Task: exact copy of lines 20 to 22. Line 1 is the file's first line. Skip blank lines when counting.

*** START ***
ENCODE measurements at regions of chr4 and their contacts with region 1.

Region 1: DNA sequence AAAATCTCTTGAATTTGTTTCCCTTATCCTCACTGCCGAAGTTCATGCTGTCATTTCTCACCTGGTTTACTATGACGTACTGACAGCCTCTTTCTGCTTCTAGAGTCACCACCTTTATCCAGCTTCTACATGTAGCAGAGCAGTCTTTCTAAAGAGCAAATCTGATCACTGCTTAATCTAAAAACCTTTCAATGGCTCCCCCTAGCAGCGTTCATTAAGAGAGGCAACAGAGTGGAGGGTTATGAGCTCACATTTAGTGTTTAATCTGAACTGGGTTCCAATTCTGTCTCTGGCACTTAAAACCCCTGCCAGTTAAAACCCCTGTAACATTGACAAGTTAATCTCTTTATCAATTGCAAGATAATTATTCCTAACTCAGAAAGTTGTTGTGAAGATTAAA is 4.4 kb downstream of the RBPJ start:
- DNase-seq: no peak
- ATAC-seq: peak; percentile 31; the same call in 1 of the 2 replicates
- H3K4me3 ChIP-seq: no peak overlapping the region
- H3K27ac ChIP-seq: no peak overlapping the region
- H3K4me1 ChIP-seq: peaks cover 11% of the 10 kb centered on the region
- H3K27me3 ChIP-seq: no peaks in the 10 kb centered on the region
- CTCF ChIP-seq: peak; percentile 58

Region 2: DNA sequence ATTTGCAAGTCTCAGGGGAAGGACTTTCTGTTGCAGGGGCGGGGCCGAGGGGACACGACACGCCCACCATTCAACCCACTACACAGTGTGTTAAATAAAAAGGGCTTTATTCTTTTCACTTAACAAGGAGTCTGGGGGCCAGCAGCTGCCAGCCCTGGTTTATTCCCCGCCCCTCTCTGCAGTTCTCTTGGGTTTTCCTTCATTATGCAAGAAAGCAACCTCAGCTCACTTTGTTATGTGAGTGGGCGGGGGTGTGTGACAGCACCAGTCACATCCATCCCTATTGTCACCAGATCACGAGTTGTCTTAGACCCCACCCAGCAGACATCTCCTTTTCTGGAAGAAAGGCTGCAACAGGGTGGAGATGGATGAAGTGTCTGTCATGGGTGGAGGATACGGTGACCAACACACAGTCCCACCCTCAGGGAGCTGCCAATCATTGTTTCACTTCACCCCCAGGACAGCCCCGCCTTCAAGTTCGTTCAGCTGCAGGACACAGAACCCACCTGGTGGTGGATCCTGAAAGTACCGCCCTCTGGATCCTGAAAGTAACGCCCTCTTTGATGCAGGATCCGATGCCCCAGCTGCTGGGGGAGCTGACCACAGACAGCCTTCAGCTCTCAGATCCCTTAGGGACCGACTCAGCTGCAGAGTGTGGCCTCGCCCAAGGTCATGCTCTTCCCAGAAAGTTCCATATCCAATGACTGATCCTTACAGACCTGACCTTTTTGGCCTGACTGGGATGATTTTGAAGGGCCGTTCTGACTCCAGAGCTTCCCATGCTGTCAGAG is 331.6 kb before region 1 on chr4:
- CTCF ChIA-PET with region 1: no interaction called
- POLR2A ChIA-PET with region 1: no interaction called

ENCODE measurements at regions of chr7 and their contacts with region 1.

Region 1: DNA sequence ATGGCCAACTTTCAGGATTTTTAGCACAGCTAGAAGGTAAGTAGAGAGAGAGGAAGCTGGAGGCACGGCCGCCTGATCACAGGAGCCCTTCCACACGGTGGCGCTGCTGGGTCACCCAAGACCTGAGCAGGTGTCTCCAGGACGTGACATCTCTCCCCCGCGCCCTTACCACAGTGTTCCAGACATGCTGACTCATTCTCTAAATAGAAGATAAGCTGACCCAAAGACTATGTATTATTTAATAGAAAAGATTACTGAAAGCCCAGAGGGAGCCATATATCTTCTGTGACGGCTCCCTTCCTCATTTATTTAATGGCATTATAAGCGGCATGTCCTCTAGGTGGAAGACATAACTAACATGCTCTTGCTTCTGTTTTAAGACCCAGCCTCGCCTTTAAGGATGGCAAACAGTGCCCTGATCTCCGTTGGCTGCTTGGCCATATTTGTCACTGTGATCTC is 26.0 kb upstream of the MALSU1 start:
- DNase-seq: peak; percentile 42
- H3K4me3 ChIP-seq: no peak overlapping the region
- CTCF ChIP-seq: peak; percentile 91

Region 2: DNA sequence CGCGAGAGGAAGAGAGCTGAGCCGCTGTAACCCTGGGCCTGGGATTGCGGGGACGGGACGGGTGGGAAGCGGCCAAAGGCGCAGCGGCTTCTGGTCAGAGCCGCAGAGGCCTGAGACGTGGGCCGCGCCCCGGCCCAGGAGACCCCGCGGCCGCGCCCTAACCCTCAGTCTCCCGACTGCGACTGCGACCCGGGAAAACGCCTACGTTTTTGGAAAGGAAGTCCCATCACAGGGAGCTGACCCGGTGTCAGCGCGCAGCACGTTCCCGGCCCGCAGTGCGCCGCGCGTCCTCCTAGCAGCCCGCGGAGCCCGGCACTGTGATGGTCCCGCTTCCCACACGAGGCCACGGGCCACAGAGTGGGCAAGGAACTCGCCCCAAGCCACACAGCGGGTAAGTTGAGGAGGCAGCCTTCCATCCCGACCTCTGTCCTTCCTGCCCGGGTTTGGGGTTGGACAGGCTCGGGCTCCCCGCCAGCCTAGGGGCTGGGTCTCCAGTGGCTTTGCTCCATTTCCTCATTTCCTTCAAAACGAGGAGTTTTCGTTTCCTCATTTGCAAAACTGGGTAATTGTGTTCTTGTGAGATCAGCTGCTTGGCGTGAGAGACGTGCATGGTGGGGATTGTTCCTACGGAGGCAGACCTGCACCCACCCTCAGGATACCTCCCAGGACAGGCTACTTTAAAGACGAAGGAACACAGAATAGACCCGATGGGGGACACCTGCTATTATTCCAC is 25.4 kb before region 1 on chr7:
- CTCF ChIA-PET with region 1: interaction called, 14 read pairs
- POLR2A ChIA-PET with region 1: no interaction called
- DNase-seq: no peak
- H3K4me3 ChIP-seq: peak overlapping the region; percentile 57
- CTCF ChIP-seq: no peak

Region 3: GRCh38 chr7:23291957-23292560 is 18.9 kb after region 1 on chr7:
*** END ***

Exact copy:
- POLR2A ChIA-PET with region 1: no interaction called
- DNase-seq: no peak
- H3K4me3 ChIP-seq: peak overlapping the region; percentile 57